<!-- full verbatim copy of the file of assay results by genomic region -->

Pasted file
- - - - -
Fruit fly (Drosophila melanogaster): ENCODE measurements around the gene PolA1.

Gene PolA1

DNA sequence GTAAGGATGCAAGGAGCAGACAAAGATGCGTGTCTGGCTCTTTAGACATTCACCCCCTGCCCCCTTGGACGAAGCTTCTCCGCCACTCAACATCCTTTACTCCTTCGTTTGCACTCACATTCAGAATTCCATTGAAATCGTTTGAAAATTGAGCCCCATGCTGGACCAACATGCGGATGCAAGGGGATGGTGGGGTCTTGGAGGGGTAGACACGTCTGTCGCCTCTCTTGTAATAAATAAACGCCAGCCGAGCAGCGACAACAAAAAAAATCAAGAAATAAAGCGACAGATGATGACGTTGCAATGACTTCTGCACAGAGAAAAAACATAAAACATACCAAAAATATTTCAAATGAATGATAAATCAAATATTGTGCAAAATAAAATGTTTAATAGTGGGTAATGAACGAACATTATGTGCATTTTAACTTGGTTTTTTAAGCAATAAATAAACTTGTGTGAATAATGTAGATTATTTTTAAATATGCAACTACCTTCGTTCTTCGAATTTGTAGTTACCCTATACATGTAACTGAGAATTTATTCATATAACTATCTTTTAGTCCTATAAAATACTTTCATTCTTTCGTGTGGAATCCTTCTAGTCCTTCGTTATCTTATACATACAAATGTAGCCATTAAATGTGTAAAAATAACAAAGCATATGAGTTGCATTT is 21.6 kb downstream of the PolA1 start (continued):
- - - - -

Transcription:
Fruit fly (Drosophila melanogaster): ENCODE measurements around the gene PolA1.

Gene PolA1

DNA sequence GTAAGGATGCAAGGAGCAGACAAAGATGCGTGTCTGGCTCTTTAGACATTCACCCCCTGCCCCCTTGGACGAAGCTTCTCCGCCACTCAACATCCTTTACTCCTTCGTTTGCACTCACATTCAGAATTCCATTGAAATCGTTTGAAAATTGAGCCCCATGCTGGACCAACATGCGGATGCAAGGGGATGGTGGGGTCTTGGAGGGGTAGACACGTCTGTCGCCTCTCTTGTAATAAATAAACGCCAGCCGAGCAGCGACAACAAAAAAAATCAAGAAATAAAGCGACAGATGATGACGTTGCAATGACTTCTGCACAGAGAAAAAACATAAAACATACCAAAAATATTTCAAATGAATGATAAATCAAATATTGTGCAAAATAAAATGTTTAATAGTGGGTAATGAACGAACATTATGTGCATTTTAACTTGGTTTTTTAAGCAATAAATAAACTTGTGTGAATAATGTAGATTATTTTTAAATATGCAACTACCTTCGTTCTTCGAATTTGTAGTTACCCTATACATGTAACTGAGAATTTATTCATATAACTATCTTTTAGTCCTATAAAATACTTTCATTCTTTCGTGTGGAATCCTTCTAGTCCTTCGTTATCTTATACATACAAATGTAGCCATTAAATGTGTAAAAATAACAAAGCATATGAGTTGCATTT is 21.6 kb downstream of the PolA1 start (continued):